A village at the western extremity of Fife, Kincardine (known fully as Kincardine-on-Forth) is situated on the River Forth in Tulliallan Parish. Kincardine was founded as a burgh of barony on reclaimed marshland in 1663. It developed as a river port trading in salt and as a centre of shipbuilding and quarrying.
Its attractive old town, which has many fine 17th and 18th-century houses and a mercat cross, is largely bypassed by the A985 road which crosses the Forth over the Kincardine Bridge which was built between 1932 and 1936 to a design by Alexander Gibb & Partners. The Gothic Tulliallan Parish Church built in 1833 replaced an older parish kirk with a tower dating from 1675, and Tulliallan Castle (1817-20), designed by William Atkinson, has been the home of the Scottish Police College since 1954. Three sixteen-storey public housing blocks at the rear of the town where built in 1969; Sandeman and Kincairne Courts were demolished in 2010 while Ramsay Court was demolished three years later. The Unicorn Inn was the birthplace of the physicist and chemist Sir James Dewar (1842 - 1923) who was the inventor of the vacuum flask, the first man to liquefy hydrogen gas and co-inventor of the explosive cordite.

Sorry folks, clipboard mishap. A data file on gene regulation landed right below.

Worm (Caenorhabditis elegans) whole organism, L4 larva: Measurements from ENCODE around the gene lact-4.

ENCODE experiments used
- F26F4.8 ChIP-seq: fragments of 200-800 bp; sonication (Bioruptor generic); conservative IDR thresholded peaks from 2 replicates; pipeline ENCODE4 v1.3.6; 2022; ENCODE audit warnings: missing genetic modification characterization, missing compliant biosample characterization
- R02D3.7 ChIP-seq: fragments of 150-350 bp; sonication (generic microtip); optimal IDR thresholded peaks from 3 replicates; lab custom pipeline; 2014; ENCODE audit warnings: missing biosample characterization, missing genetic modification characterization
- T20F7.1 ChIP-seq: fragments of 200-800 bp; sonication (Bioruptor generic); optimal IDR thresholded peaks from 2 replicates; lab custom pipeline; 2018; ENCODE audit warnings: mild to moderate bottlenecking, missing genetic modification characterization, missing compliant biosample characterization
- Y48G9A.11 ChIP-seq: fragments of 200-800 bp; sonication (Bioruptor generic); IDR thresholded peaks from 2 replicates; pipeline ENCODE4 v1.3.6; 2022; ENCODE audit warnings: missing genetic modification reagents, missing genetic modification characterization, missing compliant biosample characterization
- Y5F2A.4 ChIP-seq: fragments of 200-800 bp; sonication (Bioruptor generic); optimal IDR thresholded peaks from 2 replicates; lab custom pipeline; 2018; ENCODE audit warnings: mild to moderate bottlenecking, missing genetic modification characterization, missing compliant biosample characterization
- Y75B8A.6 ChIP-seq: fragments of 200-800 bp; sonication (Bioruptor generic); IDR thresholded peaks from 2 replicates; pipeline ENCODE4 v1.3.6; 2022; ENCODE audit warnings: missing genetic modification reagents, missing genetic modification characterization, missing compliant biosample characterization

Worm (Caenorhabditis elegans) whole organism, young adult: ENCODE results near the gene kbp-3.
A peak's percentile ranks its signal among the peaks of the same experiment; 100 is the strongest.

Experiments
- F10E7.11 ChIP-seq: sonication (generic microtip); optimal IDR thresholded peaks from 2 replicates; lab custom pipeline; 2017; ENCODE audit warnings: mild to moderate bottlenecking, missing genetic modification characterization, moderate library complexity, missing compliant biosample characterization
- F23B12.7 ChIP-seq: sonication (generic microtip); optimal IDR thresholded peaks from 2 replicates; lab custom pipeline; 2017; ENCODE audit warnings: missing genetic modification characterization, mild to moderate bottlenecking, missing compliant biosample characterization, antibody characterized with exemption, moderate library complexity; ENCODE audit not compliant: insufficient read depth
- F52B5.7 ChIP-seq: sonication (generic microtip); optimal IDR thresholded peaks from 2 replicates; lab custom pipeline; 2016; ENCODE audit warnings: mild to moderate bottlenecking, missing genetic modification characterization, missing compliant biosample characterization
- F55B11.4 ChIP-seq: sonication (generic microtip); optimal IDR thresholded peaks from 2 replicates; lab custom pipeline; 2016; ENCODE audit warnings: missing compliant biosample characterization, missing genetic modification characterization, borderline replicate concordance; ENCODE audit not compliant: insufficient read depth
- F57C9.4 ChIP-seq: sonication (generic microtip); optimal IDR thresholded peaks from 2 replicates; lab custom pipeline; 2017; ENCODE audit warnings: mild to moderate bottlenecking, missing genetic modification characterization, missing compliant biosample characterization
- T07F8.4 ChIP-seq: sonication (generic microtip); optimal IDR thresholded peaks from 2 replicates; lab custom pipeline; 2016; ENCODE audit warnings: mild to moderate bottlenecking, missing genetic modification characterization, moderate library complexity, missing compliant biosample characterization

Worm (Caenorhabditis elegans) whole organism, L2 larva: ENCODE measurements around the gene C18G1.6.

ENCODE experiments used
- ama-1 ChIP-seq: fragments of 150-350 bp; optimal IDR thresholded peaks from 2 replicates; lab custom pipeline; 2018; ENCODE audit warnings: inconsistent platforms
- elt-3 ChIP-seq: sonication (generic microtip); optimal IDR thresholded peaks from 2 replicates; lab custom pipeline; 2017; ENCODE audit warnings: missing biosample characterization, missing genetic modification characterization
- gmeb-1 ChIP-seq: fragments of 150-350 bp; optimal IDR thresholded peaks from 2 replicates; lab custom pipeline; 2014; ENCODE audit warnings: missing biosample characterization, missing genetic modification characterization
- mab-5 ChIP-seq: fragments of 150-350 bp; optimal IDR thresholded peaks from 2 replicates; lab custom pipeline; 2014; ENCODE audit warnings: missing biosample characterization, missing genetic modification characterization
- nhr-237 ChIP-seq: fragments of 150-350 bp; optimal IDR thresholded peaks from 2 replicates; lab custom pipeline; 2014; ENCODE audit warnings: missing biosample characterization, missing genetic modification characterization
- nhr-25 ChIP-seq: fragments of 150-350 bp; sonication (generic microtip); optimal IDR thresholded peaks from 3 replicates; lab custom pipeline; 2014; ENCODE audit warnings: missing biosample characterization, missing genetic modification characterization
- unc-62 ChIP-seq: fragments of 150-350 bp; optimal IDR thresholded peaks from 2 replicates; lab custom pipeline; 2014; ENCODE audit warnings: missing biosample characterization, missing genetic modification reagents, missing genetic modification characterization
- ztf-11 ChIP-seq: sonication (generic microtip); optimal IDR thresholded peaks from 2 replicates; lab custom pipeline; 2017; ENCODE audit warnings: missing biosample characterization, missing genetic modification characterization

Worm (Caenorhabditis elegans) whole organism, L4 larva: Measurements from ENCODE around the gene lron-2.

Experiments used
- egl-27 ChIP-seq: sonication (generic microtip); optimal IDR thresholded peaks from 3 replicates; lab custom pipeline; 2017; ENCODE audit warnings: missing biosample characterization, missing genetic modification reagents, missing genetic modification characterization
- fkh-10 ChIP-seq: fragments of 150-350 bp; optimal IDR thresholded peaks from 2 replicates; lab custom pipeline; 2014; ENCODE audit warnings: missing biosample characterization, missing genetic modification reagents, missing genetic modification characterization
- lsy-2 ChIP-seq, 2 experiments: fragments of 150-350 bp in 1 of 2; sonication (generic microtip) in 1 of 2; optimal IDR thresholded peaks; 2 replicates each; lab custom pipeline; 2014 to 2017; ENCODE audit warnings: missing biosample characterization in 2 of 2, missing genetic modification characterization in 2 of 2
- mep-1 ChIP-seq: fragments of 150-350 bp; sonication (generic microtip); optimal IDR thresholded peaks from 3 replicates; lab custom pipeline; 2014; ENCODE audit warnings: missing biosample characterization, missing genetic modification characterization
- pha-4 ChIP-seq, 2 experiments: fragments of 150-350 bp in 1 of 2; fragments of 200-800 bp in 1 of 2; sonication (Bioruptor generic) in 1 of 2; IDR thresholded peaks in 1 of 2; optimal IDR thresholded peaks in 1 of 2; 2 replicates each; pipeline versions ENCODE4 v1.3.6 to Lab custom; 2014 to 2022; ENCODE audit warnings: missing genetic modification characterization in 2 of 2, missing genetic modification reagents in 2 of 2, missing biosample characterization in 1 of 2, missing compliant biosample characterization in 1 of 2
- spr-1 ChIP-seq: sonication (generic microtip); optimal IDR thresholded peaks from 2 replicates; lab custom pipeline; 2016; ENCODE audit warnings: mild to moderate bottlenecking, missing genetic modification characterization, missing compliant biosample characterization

The Kincardine Power Station, the chimney of which was also once a notable landmark, opened in 1962 but was demolished in 2001. Longannet colliery, the last deep mine in Scotland, lay 1¼ miles (2 km) to the southeast but closed the following year. The Longannet Power Station continues to operate.
Kincardine has an 18 hole golf course (Tulliallan Golf Club), a primary school, library and community centre.